How does it look? Night asked Me.

I almost said, Horrible, but managed to bite my tongue in time.

Medic Man answered for me. It’s not as bad as it looks. I don’t see any gray or charred flesh. I think you got lucky. Just second-degree burns.

She was silent for a minute and then asked quietly, Will I scar?

No, I don’t think so. Maybe a few faint ones at the most, he said.

I could tell she was relieved. He hit me in the thigh with more antibiotics and gave me the pill version to wash down. Then he made us chicken soup from a can. He didn’t even water it down very much. He was being remarkably generous with expensive supplies, for no reason that I could tell. I did not like that. Plus, I just did not like him.

We were sipping our soup out of coffee mugs when I asked him, So, how do you know Carol?

He paused, smiled into his cup of soup before looking up, and then said, Well, I was married to her for a couple years.

Night was watching me. Why was she watching me? She should be watching him.

I replied, Oh, that would probably do it. A totally lame answer that really made no sense. So this was the never-spoken-of first husband. Yeah, I didn’t like him.

There was a bit of an awkward pause. Medic Man picked up the slack by telling me how he wanted to use maggots on my wound later. It’s an old remedy. They eat your dead flesh and leave the good flesh behind. He sounded excited about the idea. I wondered how excited he would be if it was his own flesh getting gnawed on by worms. I was getting tired again and let it go. Night helped me back to my mat and lay down next to me. I was asleep in less than a minute.

I woke up almost ten hours later when I heard Max’s voice. He wasn’t alone. Ninja had survived. That was it. No one else. As soon as Ninja saw Night, he burst into tears. He just stood there, his head down, and sobbed. Night went up to him. She couldn’t hug him and he had to settle for an awkward arm pat.

They were both crying. I didn’t know what to do. I knew I was supposed to do something, so I went over, slapped him on the shoulder, and told him I was sorry. Then I left the room, but not before I noticed Medic Man’s sneer.

That’s when I remembered his name. It was Jake. Jake the Snake—that’s what I decided I would call him, at least in my head.

Four days later, I woke up and stumbled out into the main area of the basement rubbing my eyes. Everyone was gathered around Jake’s big flat-panel watching the Icelandic News Channel. Iceland was the cool country now, especially since it was almost impossible to emigrate there. It had become a combination of Switzerland and Israel. Its transformation from the first bankrupt nation to the only one with a growing economy had been amazing.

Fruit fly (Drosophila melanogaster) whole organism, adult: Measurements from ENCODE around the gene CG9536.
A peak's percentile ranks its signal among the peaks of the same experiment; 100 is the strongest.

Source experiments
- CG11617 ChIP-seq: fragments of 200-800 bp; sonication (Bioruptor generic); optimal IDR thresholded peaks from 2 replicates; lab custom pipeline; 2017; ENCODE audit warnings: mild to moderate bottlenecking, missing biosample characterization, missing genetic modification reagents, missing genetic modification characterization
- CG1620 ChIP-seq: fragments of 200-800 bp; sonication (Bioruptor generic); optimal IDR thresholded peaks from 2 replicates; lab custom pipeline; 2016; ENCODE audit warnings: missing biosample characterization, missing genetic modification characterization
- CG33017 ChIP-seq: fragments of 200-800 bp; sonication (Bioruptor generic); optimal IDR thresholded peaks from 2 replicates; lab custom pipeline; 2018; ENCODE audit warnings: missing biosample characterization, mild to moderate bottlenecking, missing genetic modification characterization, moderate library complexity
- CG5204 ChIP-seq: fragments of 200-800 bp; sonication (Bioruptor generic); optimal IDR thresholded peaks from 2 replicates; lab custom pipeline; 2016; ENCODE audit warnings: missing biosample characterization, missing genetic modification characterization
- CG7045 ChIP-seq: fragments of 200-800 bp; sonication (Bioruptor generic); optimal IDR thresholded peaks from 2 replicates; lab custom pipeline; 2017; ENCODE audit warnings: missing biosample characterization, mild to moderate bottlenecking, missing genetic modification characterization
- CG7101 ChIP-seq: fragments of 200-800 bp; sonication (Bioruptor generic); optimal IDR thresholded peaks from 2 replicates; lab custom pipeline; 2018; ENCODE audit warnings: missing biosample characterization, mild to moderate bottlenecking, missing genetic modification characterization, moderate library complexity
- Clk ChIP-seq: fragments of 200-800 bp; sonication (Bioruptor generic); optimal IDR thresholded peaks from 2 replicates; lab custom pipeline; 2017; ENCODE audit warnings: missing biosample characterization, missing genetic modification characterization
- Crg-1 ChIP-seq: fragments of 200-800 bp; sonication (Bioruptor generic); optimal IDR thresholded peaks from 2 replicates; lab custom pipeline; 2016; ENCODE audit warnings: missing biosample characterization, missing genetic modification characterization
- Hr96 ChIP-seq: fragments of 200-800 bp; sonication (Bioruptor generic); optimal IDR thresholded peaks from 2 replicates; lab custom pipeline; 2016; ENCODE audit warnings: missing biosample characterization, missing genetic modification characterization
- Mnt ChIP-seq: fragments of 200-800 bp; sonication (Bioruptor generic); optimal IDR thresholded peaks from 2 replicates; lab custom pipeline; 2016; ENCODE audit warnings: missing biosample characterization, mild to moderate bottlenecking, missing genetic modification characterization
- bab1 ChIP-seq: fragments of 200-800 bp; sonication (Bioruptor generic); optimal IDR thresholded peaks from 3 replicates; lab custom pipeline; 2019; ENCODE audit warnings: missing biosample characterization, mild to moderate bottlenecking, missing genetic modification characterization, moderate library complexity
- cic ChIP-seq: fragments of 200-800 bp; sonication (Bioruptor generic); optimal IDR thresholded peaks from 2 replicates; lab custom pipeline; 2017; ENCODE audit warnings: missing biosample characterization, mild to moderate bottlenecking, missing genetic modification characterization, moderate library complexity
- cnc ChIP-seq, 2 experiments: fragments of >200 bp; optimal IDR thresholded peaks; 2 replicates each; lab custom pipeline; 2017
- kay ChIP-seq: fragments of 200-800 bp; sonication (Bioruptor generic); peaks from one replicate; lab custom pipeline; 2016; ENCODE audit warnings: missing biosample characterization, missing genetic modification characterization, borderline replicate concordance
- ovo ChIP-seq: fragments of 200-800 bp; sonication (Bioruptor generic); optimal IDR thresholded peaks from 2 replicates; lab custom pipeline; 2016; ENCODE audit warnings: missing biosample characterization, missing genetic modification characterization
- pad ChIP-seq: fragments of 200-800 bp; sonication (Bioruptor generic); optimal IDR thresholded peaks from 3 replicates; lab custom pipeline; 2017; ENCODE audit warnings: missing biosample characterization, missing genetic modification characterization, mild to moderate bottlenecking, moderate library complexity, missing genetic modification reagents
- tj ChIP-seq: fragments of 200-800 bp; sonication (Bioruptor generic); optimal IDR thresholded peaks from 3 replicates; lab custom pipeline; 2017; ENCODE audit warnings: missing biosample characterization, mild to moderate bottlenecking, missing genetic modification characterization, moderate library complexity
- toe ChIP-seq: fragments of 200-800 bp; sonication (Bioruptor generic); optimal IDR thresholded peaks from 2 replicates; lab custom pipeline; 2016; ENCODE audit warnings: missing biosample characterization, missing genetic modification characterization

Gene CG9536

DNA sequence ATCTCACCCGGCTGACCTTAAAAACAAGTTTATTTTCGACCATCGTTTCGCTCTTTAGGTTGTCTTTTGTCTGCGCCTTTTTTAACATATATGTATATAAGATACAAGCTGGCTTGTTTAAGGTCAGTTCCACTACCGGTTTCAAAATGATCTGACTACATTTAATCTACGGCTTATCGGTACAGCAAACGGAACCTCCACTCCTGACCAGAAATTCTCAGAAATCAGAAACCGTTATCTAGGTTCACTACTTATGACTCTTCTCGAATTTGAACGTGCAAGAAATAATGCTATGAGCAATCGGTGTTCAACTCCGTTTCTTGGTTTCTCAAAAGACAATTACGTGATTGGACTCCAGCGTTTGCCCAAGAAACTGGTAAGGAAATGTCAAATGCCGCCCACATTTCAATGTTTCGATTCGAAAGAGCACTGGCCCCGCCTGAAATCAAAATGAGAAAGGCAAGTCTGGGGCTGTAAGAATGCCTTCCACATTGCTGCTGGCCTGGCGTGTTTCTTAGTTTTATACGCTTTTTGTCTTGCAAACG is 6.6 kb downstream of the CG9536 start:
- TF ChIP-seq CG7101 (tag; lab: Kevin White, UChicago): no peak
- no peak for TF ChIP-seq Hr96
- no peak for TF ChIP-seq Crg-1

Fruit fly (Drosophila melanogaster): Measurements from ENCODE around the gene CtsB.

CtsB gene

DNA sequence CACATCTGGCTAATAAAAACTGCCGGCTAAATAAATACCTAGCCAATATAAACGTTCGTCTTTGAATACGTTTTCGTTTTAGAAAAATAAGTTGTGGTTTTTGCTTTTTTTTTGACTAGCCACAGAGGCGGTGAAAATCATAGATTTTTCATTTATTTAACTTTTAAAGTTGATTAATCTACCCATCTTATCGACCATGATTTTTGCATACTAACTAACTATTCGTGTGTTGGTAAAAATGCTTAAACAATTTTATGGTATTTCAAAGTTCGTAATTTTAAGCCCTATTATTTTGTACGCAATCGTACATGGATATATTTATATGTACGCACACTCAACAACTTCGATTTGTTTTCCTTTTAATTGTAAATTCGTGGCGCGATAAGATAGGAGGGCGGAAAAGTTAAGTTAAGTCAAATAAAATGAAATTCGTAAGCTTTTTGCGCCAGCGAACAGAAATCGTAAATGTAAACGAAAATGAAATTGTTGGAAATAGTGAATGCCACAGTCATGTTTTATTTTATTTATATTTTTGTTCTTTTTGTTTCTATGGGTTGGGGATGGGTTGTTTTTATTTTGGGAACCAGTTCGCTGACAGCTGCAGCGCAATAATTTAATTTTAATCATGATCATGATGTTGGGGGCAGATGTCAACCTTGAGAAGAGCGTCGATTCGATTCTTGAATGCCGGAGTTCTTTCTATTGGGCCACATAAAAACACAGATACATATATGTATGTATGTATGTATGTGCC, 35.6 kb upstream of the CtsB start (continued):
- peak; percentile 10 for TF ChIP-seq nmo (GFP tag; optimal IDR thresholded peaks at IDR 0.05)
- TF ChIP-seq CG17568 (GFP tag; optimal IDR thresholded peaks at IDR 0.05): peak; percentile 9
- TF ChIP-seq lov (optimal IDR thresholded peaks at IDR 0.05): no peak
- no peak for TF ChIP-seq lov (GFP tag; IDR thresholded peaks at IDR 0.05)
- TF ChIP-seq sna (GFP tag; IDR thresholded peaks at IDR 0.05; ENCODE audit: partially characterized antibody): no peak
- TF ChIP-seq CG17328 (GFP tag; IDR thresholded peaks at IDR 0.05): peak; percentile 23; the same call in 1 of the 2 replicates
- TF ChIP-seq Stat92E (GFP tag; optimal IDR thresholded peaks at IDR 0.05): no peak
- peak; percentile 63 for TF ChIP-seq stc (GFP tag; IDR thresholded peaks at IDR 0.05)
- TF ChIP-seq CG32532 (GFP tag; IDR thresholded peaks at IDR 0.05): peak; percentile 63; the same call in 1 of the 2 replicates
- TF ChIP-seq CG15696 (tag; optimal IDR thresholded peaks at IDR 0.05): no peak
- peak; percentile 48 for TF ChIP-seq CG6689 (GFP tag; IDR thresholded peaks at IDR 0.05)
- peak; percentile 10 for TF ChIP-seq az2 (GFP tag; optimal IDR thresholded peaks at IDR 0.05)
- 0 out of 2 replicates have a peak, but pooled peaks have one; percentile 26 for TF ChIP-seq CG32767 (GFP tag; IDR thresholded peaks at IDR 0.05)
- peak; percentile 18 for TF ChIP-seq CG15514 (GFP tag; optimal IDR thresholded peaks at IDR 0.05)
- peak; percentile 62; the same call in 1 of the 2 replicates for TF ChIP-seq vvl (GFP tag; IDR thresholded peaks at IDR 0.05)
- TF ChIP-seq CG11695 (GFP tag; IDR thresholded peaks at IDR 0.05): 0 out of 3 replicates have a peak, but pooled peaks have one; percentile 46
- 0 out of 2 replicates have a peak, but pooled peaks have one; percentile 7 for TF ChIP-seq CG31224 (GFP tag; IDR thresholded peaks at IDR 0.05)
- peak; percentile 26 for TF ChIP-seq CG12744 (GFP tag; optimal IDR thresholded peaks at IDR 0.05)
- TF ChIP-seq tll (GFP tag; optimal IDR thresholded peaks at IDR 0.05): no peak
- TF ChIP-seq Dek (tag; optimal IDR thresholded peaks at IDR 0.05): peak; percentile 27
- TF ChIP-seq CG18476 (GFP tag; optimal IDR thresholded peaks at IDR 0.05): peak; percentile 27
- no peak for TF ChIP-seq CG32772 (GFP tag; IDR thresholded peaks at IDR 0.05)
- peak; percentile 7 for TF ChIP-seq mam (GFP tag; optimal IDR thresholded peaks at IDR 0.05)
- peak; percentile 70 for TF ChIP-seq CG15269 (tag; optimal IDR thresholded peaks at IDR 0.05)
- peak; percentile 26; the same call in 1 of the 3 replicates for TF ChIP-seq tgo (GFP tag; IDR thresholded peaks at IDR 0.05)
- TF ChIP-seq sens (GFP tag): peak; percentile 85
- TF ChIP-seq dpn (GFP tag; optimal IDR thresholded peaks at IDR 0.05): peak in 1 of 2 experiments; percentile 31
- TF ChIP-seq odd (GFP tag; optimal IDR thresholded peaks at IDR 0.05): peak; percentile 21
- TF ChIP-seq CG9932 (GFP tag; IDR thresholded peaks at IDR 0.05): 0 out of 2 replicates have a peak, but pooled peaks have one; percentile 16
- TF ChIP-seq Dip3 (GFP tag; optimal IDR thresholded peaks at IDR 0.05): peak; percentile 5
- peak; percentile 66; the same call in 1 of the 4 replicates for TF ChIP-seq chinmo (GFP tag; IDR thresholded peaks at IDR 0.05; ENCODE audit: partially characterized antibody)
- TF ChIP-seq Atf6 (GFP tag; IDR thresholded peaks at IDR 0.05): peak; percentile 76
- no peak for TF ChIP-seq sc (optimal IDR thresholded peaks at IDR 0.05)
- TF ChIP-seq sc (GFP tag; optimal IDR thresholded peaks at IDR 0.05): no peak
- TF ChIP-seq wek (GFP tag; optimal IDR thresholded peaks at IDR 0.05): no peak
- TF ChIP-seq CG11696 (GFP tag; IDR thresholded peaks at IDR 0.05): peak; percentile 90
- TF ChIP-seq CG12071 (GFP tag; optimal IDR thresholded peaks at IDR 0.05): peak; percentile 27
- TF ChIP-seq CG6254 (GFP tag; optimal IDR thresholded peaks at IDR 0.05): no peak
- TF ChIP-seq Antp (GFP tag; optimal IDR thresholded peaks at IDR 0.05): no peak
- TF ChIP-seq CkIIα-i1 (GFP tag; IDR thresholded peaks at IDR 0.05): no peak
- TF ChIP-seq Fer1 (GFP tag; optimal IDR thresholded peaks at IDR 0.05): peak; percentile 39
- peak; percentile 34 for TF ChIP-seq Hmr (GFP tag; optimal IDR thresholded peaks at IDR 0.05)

At first it had seemed like the people there were doomed. Following the financial ruin, the cod banks had disappeared. Climate change was a double-edged sword for them. The people who didn’t flee for Scandinavia decided to make the best of what they had: unlimited geothermal power and the best-educated workforce left in the Western World. Greenhouses and what fish remained fed them.

Server farms were their version of Swiss gold. They were totally secure from the waves of government attempts to control the digital flow of information, that being the only truly valuable currency left in the world. Along with the ability to host, they had the tools and the desire—especially after being so thoroughly screwed—to broadcast. And what they broadcast was the truth—or at least what the U.S. government managed to suppress with the assistance of those who controlled the media.

Damn, what time is it? I asked.

Night answered. Eight.

Daytime or night?

Nighttime. Come on, sit down with us. The president is going to make a speech.

I groaned. Who cares? Obama wore me out years ago when he was president.

You might want to listen, buddy, Jake said. I got a feeling it’s going to determine what’s next for a lot of people.

Yeah, Jake. Whatever. Jake was, of course, sitting in his favorite chair. I thought of it as the throne. It was a leather recliner and I decided that from then on I was going to sit in it whenever I had the chance.

As usual, Jake was armed. What was interesting was how he was armed. He was wearing a Colt, a Peacemaker it looked like, in a hand-tooled holster that was tied down. A lot like what I wore, but far more expensive. That was weird. Why that gun in that style? I had noticed it when I first saw him. He kept wearing it, too, which surprised me. I figured he would switch to something more modern. He seemed like the black plastic type, after all.

Iceland News cut to the White House and the president appeared on screen. She sat behind her desk dressed in military camo. No rank insignia that I could see. I wondered if she had a cute little beret to match. She wasn’t as hot as Palin was a few years ago, but she wasn’t as obviously ignorant either.

She dropped the bombshell right off the bat: martial law. Jake and Night responded with Wow! and Damn. Max added, She’s going to lock us all down. For our own good, of course.

She wasn’t done. It really was for our own good. As she put it: